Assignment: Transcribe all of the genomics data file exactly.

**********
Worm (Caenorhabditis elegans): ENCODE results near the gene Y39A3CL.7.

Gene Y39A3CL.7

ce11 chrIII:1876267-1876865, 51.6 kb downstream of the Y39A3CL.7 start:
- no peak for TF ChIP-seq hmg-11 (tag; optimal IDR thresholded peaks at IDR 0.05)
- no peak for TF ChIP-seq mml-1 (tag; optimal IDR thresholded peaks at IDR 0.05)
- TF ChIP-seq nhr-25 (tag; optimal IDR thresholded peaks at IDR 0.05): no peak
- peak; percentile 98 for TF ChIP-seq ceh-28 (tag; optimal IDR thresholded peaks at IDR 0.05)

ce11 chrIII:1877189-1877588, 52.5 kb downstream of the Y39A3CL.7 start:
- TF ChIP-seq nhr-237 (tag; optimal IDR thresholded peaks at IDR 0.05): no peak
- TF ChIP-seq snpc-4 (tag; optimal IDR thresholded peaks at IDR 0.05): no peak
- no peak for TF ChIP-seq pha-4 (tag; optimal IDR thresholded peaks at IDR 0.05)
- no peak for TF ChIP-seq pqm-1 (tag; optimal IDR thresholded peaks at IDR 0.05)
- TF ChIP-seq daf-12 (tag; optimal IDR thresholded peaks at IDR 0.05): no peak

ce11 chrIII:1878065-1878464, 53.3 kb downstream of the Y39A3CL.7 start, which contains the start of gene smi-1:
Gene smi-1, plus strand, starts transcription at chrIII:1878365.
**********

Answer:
Worm (Caenorhabditis elegans): ENCODE results near the gene Y39A3CL.7.

Gene Y39A3CL.7

ce11 chrIII:1876267-1876865, 51.6 kb downstream of the Y39A3CL.7 start:
- no peak for TF ChIP-seq hmg-11 (tag; optimal IDR thresholded peaks at IDR 0.05)
- no peak for TF ChIP-seq mml-1 (tag; optimal IDR thresholded peaks at IDR 0.05)
- TF ChIP-seq nhr-25 (tag; optimal IDR thresholded peaks at IDR 0.05): no peak
- peak; percentile 98 for TF ChIP-seq ceh-28 (tag; optimal IDR thresholded peaks at IDR 0.05)

ce11 chrIII:1877189-1877588, 52.5 kb downstream of the Y39A3CL.7 start:
- TF ChIP-seq nhr-237 (tag; optimal IDR thresholded peaks at IDR 0.05): no peak
- TF ChIP-seq snpc-4 (tag; optimal IDR thresholded peaks at IDR 0.05): no peak
- no peak for TF ChIP-seq pha-4 (tag; optimal IDR thresholded peaks at IDR 0.05)
- no peak for TF ChIP-seq pqm-1 (tag; optimal IDR thresholded peaks at IDR 0.05)
- TF ChIP-seq daf-12 (tag; optimal IDR thresholded peaks at IDR 0.05): no peak

ce11 chrIII:1878065-1878464, 53.3 kb downstream of the Y39A3CL.7 start, which contains the start of gene smi-1:
Gene smi-1, plus strand, starts transcription at chrIII:1878365.